NSW’s worker’s compensation laws have changed; one Sydney MP says the changes haven’t been for the better.
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Caption: Are our workers still protected?
When premier Barry O’Farrell brought in his massive 2012 overhaul of workers’ compensation laws, the intent was to rein in a $4 billion WorkCover deficit.
At the time, New South Wales workers compensation premiums were doubling those in Victoria and it was clear something had to be done.
For O’Farrell, getting WorkCover right represented a significant drive in economic improvement. But two years later, has it all gone wrong?
Here’s what we know so far.
1. Claim complications
Workers’ compensation claims have nearly halved in the Bankstown area since the new laws were introduced in June 2012. Sydney Labor MP Tania Mihailuk believes this falling-off has been due to changes made in the actual claim process rather than less accidents occurring in the workplace.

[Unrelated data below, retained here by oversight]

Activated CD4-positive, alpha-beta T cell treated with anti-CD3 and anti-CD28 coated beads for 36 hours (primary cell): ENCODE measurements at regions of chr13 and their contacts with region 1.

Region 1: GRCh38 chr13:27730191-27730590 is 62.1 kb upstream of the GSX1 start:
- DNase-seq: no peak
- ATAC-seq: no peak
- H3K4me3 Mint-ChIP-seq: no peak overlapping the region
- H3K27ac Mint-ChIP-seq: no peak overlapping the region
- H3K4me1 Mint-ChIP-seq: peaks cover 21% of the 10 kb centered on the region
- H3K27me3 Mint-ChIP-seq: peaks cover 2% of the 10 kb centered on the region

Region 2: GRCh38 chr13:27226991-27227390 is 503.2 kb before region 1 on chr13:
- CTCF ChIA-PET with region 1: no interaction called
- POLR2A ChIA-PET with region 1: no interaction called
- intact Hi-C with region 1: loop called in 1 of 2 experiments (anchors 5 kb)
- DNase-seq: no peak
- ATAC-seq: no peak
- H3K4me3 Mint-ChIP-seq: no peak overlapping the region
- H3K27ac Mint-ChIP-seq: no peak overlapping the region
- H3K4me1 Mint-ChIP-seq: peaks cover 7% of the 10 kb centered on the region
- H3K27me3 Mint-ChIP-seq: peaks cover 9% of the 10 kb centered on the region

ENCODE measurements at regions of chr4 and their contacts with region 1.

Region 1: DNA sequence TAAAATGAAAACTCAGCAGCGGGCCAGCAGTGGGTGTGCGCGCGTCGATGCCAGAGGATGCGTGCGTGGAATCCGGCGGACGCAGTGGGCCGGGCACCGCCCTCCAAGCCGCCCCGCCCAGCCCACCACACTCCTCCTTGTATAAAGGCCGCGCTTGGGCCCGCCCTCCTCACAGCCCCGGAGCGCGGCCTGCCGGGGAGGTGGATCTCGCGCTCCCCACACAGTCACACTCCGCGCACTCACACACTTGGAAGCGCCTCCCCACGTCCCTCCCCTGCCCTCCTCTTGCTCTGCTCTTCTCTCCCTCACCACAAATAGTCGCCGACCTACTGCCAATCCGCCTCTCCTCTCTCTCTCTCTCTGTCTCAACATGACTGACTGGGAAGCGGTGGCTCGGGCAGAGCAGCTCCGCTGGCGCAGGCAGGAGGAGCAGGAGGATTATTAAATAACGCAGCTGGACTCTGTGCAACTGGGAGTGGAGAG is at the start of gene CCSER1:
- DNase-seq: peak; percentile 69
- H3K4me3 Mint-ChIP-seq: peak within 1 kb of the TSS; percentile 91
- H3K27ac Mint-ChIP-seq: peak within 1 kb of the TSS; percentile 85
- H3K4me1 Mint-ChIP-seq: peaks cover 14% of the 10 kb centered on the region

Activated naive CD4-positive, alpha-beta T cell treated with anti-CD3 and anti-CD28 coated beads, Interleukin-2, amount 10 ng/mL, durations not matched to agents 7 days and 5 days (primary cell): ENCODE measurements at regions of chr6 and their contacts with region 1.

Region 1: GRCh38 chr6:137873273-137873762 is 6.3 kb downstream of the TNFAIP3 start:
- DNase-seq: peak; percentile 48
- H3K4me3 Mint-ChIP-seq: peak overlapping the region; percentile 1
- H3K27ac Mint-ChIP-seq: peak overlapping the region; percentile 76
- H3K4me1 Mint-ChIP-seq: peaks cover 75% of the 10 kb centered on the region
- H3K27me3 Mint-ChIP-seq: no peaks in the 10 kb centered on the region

Some have reported that filing a claim is more difficult now than it has been in the past with overly complicated paperwork, unclear requirements and conflicting laws.
2. The impact.
The 2012 changes to compensation laws involved the scrapping of workcover for employees injured during travel to and from work. There were 860 less claims made in the last two years by residents in Mihailuk’s ecectorate of Bankstown.
There have been ongoing reports of medical benefits and weekly payments for injured workers being reduced or cut off altogether. According to Tania Mihaliuk, where legal fees were previously covered by the law, injured workers must pay their own legal costs whether or not they win the case.
Finance and Services Minister Andrew Constance has refuted these claims and insists the claims process for individuals have not changed as part of the reform.
It’s too early to give O’Farrell a damning assessment of his new compensation laws but judging from personal accounts, work needs to be done.
Do you think workers should be compensated if injured on the commute to and from work?
Money gets saved by a tightening of the belt, but at what cost for our workers?